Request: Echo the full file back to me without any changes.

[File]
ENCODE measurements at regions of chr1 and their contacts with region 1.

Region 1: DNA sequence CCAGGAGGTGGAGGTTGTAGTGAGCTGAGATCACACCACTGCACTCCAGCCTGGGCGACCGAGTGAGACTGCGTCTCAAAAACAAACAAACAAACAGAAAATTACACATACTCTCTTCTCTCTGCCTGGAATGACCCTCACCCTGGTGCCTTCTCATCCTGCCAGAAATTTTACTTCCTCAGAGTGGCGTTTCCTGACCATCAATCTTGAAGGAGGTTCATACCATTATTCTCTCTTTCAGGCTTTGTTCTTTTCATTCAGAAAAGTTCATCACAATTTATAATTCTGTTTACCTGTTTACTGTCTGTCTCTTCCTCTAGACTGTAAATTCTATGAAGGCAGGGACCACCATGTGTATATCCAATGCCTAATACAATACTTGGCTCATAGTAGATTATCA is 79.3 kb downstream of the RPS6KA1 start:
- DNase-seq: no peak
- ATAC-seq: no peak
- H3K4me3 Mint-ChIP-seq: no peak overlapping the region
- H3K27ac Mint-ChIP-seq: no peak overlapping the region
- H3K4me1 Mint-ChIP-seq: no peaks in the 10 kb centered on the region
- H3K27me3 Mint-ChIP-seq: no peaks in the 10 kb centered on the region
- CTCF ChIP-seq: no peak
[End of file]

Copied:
ENCODE measurements at regions of chr1 and their contacts with region 1.

Region 1: DNA sequence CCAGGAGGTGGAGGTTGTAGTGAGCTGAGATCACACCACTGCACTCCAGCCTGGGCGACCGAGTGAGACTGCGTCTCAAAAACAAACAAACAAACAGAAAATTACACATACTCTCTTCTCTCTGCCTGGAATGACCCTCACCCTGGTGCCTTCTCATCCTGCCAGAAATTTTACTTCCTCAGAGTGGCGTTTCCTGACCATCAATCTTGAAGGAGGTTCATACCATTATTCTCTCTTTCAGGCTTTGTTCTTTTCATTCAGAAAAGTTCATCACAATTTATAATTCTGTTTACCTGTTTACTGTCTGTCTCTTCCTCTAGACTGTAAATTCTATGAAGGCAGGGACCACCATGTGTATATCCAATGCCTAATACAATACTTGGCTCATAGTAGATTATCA is 79.3 kb downstream of the RPS6KA1 start:
- DNase-seq: no peak
- ATAC-seq: no peak
- H3K4me3 Mint-ChIP-seq: no peak overlapping the region
- H3K27ac Mint-ChIP-seq: no peak overlapping the region
- H3K4me1 Mint-ChIP-seq: no peaks in the 10 kb centered on the region
- H3K27me3 Mint-ChIP-seq: no peaks in the 10 kb centered on the region
- CTCF ChIP-seq: no peak